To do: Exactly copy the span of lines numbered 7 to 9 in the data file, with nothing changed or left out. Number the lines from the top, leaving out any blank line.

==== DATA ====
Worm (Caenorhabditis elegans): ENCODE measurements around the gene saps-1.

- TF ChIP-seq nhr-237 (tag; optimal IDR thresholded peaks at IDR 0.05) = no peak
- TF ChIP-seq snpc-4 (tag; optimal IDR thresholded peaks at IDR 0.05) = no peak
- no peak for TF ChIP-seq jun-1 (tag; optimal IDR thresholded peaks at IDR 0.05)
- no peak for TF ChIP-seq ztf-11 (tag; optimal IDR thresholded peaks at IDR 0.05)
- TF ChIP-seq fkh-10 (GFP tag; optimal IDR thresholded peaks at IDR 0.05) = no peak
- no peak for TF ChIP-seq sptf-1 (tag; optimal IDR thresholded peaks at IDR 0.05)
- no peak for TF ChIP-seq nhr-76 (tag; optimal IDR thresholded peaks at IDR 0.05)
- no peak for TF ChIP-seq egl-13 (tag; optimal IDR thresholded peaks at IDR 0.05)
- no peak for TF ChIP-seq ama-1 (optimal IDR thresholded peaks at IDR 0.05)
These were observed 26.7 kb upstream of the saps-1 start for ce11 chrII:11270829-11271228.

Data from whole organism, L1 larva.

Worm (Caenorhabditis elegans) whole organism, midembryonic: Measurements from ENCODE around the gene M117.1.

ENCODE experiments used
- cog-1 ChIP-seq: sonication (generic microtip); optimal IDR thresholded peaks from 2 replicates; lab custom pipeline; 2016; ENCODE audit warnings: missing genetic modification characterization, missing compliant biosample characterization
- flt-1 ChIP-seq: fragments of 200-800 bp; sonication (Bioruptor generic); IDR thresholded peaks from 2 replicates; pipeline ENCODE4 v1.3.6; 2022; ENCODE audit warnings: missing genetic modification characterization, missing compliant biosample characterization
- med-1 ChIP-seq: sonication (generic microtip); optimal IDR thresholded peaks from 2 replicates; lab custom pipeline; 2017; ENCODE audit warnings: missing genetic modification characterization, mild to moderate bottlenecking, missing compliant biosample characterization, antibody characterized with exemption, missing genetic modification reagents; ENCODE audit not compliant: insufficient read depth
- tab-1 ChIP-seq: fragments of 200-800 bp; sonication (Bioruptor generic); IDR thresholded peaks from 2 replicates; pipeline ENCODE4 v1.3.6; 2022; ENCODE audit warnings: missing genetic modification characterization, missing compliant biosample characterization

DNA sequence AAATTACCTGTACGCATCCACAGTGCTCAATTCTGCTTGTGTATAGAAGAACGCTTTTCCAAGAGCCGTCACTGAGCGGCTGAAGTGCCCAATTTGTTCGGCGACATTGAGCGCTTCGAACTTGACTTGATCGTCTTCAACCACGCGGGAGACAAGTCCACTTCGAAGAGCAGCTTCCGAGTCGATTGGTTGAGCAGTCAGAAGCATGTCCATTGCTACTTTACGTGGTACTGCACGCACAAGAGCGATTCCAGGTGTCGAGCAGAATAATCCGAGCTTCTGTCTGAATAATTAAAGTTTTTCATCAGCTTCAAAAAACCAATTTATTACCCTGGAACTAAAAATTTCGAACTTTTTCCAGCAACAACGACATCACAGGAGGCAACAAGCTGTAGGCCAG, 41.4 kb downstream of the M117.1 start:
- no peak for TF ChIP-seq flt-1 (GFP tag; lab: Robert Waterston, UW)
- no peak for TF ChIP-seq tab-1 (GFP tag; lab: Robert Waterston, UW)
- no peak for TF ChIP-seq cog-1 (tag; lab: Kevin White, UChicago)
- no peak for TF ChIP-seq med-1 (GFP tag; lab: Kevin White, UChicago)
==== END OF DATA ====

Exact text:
- no peak for TF ChIP-seq sptf-1 (tag; optimal IDR thresholded peaks at IDR 0.05)
- no peak for TF ChIP-seq nhr-76 (tag; optimal IDR thresholded peaks at IDR 0.05)
- no peak for TF ChIP-seq egl-13 (tag; optimal IDR thresholded peaks at IDR 0.05)